Ironically, the planned closure of the hospital may be helping turn things around for Interfaith. In June, the medical center, already under massive scrutiny from state, federal and local officials in the wake of the order to close, added more medical and nursing personnel and changed its nursing leadership, according to the patient care ombudsman. After state officials and the hospital’s board of trustees began to intervene in care, Interfaith “began to show markedly improved results in virtually all measured categories” by the end of June, patient care ombudsman Huebscher wrote in a report filed August 15. The hospital’s psychiatric ward, closed since March after the patient homicide, is finally cleared to re-open, but with the facility slated to shut down in weeks, no staff has been hired to run it.

The state’s Health Department will keep working with Interfaith to ensure continuity of care throughout the closure, a spokeswoman wrote in an email.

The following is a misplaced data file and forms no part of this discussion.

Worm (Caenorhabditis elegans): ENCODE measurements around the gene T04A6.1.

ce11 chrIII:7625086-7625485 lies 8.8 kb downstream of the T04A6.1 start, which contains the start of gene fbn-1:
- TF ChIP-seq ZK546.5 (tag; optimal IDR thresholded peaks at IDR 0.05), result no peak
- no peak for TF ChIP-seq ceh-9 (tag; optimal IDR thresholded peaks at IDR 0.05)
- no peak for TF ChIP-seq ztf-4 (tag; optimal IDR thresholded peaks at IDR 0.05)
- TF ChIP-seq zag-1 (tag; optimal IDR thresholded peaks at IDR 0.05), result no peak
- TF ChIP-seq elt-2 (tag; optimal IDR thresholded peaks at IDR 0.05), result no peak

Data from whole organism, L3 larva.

“This includes behavioral and physical health and the transfer of services to other providers to ensure the communities health care needs are being met,” she wrote.

To some of the hospital’s patients, losing the hospital is a significant disruption in an already unstable life. Days after news broke of the hospital’s impending shutdown, Debbie Garrett, 49, stood leaning on her cane with a handful of other patients near the outpatient entrance to the hospital at Atlantic Avenue.

She’d just left a treatment for chronic neck pain, but said she’d been to the hospital many times, for mental health counseling, for broken bones. She didn’t have anything bad to say about her doctors and her treatment. She didn’t have much to compare it to, because she’s been coming to Interfaith her whole life.

“This is the only hospital right now in this area,” Garrett said. “My sister was born here. This is like our family history.”